The cause is the rapid migration of news consumers and advertisers to smartphones. This migration has put the news brands at the mercy of Internet giants Facebook, Google, Apple, and others who already monopolize digital advertising.
Alan Mutter, the @newsosaur, has a deep dive on the trend and what it means for publishers.
In essence, the news publishers have discovered that much of their audience -- in some cases, most -- is accessing their content on smartphone applications provided by the big technology platforms and social networks. This means that the publishers are losing control of their users and revenue.
So the publishers have started doing something that looks like syndication of their product to the social networks and platforms. They tailor content to live on each of the platforms rather than their own -- distributed content, as described by Joshua Benton of Nieman Lab -- to increase the speed that users can access text, photos, and video (crucial on handheld devices).
A wave of new products
Facebook is calling their product Instant Articles, and Erin Griffith of Fortune describes why publishers have decided to participate. The publishers hope to share some revenue.
Google and Twitter are reportedly working on a system of rapid delivery similar to Instant Articles, except that it will allow publishers' own ads to appear within the apps, a plus for the publishers. Snapchat has attracted 12 media partners with its Discover product.
The migration to mobile has happened so suddenly that the brands themselves are struggling to figure out what it means for them. But basically, they are now serving the big technology platforms as content providers.
Benton of Nieman Lab sees the trend as a threat to local news publishers, particularly the daily newspapers and television stations that used to have a monopoly on local advertising:
"And 2015 has made it clear that scale is becoming everything. Smaller audiences had better be very high-value — read: super-rich — to be worth reaching. These distributed content deals, like Facebook’s Instant Articles, Snapchat’s Discover, and Apple’s News? They’re all about the big guys. We live in a time when there are honest questions whether companies like Twitter and LinkedIn have a big enough share of our attention to have legitimate advertising businesses. If Twitter may not be big enough for advertisers, how can The Shreveport Times be? The local advertisers who might have been the life’s blood of local news sites seem happy to advertise on Facebook instead."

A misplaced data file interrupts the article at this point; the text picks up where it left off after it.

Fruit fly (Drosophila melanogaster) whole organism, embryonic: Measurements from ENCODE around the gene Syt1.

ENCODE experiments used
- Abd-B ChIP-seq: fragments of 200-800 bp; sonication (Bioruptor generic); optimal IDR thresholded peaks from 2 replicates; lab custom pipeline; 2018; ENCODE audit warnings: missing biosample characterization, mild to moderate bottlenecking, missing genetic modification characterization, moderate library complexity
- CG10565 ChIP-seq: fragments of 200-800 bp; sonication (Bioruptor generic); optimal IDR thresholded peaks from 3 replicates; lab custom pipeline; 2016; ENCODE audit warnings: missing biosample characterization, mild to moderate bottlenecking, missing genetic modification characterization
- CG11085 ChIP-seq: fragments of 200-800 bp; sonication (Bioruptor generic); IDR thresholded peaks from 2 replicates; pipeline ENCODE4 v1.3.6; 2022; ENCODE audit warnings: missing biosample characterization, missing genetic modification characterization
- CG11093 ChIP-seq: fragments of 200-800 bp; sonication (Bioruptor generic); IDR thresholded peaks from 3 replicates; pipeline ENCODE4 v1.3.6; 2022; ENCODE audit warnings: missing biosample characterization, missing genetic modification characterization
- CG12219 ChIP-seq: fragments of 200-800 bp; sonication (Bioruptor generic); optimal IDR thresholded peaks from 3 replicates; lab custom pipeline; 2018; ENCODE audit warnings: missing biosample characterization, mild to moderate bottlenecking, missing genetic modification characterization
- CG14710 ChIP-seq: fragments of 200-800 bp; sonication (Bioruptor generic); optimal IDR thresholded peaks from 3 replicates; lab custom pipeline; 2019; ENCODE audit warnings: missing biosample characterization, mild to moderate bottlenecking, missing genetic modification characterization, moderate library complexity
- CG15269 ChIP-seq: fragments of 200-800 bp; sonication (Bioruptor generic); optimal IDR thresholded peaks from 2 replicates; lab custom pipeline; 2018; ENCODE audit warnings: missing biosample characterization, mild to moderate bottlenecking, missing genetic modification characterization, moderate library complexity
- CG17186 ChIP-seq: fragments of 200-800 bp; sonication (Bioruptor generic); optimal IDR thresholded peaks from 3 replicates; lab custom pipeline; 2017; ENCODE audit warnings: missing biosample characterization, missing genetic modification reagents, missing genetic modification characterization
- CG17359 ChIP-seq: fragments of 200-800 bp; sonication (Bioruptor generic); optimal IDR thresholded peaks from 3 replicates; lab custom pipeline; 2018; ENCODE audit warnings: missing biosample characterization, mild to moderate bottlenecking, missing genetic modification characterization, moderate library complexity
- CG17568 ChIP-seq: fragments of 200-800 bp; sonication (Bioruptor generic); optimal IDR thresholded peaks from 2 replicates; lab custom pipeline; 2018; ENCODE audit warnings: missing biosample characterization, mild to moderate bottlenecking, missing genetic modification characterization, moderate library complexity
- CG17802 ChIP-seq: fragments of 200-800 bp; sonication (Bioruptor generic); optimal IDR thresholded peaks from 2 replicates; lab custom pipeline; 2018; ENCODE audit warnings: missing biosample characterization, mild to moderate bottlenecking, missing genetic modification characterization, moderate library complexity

Mathew Ingram of Fortune worries that while the publishers will gain some exposure and possibly some revenue from Instant Articles, they will lose their brand identity:
"What the social network has to offer is unquestionably going to help any of those publishers who sign up (and that in turn will create an incentive for others to do so). The risk is that it will wind up helping Facebook more, and that eventually Facebook—a for-profit company that has shown no evidence that it actually understands or cares about “journalism” per se—will become the trusted source of news for millions of users, rather than the publications that produce content."
If this trend continues, news organizations will now become so dependent on social media for distribution that they will no longer "own" the consumers of their content.
What's more, the social networks and platforms, with their changing algorithms, could make that content irrelevant with a simple programming tweak. They do it all the time.
And let's not even talk about another challenge publishers face -- ad blockers. The future of journalism in the digital world is being rewritten so fast that it is hard to keep up.
UPDATE 14 SEPT.: Evan Williams, cofounder of Twitter and founder of Medium.com, also believes that platforms are taking over. In an interview with Robert Hof in Forbes, he said that publishers' websites will be irrelevant in a few years.
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